Recent studies in our laboratory have demonstrated that arsenic trioxide is cytotoxic to human liver carcinoma (HepG2) cells [14, 15]. The aim of the present study was to evaluate the cytotoxicity of arsenic trioxide to human leukemia (HL-60) cells, with a special emphasis on the assessment of time- and dose-response relationships.
Materials and Methods
Chemicals and Test Media
Arsenic trioxide (As2O3), CASRN 1327-53-3, MW 197.84, with an active ingredient of 100% (w/v) arsenic in 10% nitric acid was purchased from Fisher Scientific in Houston, Texas. Growth medium RPMI 1640 containing 1 mmol/L L-glutamine was purchased from Gibco BRL products (Grand Island, NY). Ninety six- well plates were purchased from Costar (Cambridge, MA). Fetal bovine serum (FBS), antibiotics (penicillin G and streptomycin), phosphate buffered saline (PBS), and MTT assay kit were obtained from Sigma Chemical Company (St. Louis, MO).
The HL-60 promyelocytic leukemia cell line was purchased from the American Type Culture Collection –ATCC (Manassas, VA). This cell line has been derived from peripheral blood cells of a 36-year old Caucasian female with acute promyelocytic leukemia (APL). The HL-60 cells grow as a suspension culture. The predominant cell population consists of neutrophilic promyelocytes [16, 17].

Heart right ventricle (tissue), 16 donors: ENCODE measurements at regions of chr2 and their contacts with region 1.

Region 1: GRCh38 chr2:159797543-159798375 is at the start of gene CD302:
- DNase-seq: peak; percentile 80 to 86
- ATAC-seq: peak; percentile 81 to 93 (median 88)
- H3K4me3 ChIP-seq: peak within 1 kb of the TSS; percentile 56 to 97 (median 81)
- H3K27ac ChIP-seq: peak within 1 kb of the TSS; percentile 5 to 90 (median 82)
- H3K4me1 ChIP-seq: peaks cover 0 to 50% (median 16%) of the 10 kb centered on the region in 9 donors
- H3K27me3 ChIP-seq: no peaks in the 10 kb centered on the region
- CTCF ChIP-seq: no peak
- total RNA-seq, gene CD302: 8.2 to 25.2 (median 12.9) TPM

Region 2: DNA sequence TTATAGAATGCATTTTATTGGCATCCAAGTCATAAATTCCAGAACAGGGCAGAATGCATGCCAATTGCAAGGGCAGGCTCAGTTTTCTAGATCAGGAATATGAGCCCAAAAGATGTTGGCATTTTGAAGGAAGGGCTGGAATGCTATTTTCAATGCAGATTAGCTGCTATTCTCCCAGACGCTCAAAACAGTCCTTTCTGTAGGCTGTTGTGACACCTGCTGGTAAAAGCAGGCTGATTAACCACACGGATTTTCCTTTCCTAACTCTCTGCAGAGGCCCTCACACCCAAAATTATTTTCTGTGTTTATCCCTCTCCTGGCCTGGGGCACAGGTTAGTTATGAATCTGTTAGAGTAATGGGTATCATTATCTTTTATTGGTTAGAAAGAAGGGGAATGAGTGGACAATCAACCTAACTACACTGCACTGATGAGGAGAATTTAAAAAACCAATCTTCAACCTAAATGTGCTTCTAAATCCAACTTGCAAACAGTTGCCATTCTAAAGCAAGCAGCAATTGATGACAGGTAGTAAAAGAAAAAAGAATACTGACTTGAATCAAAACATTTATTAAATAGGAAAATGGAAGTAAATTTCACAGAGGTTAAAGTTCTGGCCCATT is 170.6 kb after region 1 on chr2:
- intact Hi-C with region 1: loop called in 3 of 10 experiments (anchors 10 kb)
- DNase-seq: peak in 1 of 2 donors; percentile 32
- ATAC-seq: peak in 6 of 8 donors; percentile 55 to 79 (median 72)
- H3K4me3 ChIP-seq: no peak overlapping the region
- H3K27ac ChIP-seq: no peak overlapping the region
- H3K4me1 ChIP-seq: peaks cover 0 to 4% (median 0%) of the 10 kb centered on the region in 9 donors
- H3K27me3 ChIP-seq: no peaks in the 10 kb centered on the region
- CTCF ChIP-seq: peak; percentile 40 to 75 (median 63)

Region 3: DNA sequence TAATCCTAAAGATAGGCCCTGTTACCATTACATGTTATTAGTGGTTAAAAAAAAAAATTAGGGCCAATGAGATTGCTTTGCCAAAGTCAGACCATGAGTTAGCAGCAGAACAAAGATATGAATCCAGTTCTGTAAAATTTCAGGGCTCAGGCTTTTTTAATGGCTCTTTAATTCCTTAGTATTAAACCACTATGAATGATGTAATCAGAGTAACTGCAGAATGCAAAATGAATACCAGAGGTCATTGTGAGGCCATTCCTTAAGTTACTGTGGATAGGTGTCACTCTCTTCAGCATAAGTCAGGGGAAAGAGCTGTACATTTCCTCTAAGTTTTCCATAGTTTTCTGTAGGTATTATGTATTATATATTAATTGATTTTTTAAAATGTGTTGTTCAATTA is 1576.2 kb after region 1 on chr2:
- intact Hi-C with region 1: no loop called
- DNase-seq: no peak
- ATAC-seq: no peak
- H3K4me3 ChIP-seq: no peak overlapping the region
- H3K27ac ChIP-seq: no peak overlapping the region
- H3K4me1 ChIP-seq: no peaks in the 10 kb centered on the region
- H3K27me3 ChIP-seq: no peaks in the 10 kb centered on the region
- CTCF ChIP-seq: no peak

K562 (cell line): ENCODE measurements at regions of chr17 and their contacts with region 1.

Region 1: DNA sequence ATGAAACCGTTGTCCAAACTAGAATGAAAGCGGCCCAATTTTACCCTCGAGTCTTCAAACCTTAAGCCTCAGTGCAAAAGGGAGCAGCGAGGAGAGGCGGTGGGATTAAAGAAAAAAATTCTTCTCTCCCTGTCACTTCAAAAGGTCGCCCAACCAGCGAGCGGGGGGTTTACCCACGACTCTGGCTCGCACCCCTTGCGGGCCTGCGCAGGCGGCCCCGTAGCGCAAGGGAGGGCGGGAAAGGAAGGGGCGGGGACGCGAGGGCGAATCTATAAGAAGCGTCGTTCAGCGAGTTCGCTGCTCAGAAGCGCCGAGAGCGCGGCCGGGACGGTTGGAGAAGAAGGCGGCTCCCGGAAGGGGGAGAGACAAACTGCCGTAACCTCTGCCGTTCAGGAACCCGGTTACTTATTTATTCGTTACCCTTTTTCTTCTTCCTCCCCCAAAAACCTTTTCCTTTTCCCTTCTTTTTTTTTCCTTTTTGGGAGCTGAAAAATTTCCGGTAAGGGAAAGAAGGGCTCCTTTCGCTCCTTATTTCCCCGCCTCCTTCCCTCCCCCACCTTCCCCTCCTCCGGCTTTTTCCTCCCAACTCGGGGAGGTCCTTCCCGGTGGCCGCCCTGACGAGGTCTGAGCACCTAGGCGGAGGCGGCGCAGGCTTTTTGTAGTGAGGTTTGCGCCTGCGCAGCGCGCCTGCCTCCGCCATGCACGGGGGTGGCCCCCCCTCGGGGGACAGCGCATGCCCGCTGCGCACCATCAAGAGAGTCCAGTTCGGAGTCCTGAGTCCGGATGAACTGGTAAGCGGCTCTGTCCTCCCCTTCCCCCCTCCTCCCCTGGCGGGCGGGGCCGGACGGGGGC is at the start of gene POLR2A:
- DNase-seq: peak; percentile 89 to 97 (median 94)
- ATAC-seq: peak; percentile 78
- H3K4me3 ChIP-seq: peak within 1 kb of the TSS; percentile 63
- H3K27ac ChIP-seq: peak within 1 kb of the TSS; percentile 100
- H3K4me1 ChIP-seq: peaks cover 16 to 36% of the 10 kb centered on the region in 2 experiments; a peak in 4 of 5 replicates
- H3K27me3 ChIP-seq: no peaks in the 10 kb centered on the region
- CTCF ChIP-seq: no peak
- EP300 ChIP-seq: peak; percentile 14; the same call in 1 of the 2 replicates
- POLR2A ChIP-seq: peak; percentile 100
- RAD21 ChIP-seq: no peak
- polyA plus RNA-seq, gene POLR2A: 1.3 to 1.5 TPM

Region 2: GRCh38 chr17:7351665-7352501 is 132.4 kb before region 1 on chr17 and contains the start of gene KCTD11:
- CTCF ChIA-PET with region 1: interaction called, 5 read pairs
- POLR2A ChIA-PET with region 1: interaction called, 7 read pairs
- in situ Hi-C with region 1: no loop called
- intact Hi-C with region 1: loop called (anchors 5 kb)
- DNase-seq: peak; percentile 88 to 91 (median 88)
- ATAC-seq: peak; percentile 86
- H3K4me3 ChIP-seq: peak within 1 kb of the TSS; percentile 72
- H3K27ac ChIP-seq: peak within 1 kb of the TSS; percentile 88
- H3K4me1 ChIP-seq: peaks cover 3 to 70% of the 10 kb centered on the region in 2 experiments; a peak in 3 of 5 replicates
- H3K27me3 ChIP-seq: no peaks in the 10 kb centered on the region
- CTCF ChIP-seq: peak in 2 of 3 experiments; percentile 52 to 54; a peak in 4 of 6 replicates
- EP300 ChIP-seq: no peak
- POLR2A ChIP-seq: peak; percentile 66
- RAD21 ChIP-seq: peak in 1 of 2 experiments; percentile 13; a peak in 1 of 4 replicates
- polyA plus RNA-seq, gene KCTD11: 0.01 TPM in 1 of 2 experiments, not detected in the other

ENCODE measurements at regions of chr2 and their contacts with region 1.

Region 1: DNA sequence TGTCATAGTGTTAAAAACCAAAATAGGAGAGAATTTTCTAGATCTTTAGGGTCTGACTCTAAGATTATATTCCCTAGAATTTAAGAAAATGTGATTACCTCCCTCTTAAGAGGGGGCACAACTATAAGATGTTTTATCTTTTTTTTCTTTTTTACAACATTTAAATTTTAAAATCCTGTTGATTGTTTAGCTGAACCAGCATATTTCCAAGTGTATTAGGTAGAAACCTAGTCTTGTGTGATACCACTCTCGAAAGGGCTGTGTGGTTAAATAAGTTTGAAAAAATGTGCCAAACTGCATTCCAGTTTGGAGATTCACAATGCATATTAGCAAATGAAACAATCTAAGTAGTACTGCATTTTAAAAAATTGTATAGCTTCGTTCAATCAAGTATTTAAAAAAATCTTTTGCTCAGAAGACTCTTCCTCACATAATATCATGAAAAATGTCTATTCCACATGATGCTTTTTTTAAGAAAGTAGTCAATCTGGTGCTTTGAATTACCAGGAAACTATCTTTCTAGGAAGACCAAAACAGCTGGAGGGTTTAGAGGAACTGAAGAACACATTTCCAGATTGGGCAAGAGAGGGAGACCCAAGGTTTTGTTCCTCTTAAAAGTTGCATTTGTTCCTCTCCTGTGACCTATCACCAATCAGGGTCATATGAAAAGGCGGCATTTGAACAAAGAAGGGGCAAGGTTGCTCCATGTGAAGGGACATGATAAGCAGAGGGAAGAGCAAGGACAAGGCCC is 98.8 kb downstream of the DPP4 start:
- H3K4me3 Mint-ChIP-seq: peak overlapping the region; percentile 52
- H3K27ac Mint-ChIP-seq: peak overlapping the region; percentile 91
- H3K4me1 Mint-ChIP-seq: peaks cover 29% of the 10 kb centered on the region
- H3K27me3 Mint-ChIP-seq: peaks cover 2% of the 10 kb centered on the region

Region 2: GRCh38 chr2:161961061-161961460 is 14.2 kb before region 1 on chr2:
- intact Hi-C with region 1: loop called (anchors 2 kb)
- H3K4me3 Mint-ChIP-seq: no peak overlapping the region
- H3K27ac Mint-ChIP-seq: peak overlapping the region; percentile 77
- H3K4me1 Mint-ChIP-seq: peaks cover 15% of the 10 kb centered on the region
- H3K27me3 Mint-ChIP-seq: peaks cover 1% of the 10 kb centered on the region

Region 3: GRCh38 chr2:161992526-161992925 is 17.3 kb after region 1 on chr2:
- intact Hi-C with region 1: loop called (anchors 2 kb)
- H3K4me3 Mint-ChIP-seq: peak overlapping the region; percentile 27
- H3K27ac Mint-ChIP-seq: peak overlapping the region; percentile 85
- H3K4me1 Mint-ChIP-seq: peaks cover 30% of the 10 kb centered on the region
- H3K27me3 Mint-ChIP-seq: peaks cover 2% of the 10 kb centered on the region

In the laboratory, cells were stored in the liquid nitrogen until use. They were next thawed by gentle agitation of their containers (vials) for 2 minutes in a water bath at 37°C. After thawing, the content of each vial of cell was transferred to a 25 cm2 tissue culture flask, diluted with up to 10 mL of RPMI 1640 containing 1 mmol/L L-glutamine (GIBCO/BRL, Gaithersburg, MD) and supplemented with 10% (v/v) fetal bovine serum (FBS), 1% (w/v) penicillin/streptomycin. The 25 cm2 culture flasks (2 × 106 viable cells) were observed under the microscope, followed by incubation in a humidified 5 % CO2 at 37°C. Three times a week, they were diluted under same conditions to maintain a density of 5 × 105/mL, and harvested in the exponential phase of growth. The cell viability was assessed by the trypan blue exclusion test (Life Technologies), and manually counted using a hemocytometer.
Cytotoxicity/ MTT Assay
Principle of the Assay
This is a colorimetric assay that measured the reduction of 3-(4, 5-dimethylthiasol-2-yl)-2, 4,-diphenyltetrazolium bromide (MTT) by mitochondrial succinate dehydrogenase. The MTT enters the cells and passes into the mitochondria where is reduced to an insoluble, colored, formazan product. The cells are then solubilised with an organic solvent (DMSO or isopropanol) and the released, solubilized formazan reagent is measured spectrophotometrically [18, 19].